Finding databases loaded with personal data and exposed to the wider public Internet is an ongoing occurrence, and this week is proving no exception with a new report about an incident at disaster recovery specialist Veeam.
On September 11, Bob Diachenko, an independent security researcher, published a post, along with TechCrunch, about a MongoDB server hosted on Amazon Web Services and belonging to Veeam that contained about 200GB of customer data.
In his post, Diachenko writes that he found the exposed database using Shodan, a search engine for Internet of Things devices. It appears the database had been originally indexed on August 31. He discovered the exposed server on September 5 and attempted to contact Veeam about it.
It wasn't until September 9 that the server was patched and secured.
The database, according to Diachenko, was being used by the company's marketing team to reach out to customers. However, a deeper analysis of the data found that the server contained an estimated 445 million records -- although an exact number could not be confirmed -- which included "customer's first and last name, email, email recipient type (end-customer or partner), country, attributes values."
All this data was created between 2013 and 2017. Diachenko notes in his report:
Even taking into account the non-sensitivity of data, the public availability of such large, structured and targeted dataset online could become a real treasure chest for spammers and phishers. It is also a big luck that database was not hit by a new wave of ransomware attacks which have been specifically targeting MongoDBs (with much more extortion amount demand than it was last year).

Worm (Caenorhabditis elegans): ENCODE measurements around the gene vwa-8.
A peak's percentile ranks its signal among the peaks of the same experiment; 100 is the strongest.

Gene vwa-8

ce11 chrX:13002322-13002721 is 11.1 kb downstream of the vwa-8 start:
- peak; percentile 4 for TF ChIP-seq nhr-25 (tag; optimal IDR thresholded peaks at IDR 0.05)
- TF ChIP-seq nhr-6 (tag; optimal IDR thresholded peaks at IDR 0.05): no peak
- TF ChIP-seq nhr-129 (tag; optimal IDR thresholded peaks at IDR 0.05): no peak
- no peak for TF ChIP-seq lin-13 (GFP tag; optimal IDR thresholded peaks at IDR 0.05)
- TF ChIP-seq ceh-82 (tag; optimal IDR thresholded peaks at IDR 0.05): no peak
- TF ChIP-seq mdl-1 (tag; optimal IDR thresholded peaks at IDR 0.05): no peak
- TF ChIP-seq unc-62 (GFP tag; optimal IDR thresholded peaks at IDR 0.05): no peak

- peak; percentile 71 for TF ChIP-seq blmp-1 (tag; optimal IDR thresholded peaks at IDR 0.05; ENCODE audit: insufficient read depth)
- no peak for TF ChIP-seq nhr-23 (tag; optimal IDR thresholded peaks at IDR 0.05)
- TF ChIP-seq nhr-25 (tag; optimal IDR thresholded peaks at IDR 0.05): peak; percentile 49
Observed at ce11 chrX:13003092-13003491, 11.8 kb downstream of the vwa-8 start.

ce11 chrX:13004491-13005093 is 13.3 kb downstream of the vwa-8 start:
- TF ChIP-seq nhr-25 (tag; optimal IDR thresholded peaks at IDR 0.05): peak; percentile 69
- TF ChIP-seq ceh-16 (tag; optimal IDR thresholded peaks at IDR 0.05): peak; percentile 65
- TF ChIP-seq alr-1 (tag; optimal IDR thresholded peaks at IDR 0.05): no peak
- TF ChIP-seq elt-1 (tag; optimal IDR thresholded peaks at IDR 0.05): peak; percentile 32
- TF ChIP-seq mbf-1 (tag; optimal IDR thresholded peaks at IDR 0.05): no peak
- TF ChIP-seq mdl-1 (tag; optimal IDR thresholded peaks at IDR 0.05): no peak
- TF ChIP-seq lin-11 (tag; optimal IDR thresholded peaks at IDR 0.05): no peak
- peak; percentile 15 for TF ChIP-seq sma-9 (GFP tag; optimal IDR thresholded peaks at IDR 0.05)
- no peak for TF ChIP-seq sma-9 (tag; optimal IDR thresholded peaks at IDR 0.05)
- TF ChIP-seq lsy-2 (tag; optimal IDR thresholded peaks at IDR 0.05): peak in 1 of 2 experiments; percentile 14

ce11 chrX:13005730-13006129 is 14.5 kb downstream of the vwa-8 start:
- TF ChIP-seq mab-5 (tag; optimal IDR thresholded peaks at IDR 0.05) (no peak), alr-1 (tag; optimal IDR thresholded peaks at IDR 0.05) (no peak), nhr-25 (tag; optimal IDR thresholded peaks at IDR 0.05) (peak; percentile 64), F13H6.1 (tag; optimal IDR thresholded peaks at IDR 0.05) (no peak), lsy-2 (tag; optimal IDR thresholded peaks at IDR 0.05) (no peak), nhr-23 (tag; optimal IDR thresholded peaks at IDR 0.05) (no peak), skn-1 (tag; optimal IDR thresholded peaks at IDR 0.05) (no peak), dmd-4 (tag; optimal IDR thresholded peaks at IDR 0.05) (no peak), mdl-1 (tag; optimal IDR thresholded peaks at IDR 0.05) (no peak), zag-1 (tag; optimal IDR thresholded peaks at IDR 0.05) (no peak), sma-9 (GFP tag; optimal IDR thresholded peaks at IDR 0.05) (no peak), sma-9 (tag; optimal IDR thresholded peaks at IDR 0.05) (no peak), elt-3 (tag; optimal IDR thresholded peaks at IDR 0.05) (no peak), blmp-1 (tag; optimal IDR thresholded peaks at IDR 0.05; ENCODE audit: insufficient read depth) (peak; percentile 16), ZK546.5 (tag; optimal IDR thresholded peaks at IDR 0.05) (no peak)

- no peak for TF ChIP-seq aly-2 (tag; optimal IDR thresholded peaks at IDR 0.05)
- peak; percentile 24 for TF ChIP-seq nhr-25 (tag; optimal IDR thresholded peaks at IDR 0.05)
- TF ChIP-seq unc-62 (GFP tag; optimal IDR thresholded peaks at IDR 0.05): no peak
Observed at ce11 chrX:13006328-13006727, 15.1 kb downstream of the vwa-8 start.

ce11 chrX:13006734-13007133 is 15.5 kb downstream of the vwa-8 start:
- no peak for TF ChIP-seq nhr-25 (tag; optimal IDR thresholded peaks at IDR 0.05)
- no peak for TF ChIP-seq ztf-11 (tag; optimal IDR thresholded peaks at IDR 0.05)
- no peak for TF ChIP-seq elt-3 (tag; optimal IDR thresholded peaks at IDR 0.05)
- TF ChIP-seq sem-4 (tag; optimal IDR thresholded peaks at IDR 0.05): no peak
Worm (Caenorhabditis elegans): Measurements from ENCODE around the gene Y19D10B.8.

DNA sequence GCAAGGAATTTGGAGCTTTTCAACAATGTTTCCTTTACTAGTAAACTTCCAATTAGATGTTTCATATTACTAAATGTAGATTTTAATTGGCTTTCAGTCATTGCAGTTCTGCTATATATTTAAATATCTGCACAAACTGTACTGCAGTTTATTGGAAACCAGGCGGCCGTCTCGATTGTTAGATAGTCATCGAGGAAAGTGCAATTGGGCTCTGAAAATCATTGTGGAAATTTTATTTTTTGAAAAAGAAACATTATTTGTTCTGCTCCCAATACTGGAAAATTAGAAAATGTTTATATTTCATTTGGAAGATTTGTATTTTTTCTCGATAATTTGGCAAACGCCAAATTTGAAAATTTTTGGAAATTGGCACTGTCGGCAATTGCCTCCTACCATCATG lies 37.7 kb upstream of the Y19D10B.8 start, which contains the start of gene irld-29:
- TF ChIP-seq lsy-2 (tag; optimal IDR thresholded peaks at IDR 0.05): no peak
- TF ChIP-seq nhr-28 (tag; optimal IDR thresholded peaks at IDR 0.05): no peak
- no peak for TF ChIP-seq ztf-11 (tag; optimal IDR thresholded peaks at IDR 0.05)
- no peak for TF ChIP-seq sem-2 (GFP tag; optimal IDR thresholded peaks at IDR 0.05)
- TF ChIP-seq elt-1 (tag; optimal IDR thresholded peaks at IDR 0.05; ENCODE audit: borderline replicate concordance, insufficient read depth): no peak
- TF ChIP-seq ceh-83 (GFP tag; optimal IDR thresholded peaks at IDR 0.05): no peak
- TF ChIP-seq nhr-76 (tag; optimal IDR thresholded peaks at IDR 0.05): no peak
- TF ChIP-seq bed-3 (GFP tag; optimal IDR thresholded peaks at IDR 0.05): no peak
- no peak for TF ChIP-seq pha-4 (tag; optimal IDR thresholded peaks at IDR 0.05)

A Veeam spokesperson did not respond to an email request from Security Now for comment.
While a company that specializes in disaster recovery, data management and cloud security should know better, Veeam is far from the only company to have data that has been uploaded to the public cloud exposed to the wider Internet. (See TeenSafe Data Leak Shows Cloud Security Weaknesses.)
In general, service providers, such as AWS, ensure that the cloud infrastructure is secure, but it's the customers' responsibility to protect and secure their own data. However, cloud providers are increasingly offering more help to customers, who might not have implemented the best security practices or have the security knowhow to ensure this is done. (See AWS' Werner Vogels: 'Security Is Everyone's Job'.)
Vikram Kapoor, the co-founder and CTO at Lacework, which makes cloud security tools, wrote in an email to Security Now that the Veeam incident shows that misconfigured or poorly secured databases in the cloud require better security polices from the enterprises that use these types of cloud services.
"The one thing that protects you is proper policies, since misconfigured polices mean everybody has access," Kapoor wrote. "Organizations have to understand that without visibility into their environments, along with analysis that alerts to deviations from normal activity, they will be unable to identify and isolate possible holes in their infrastructure."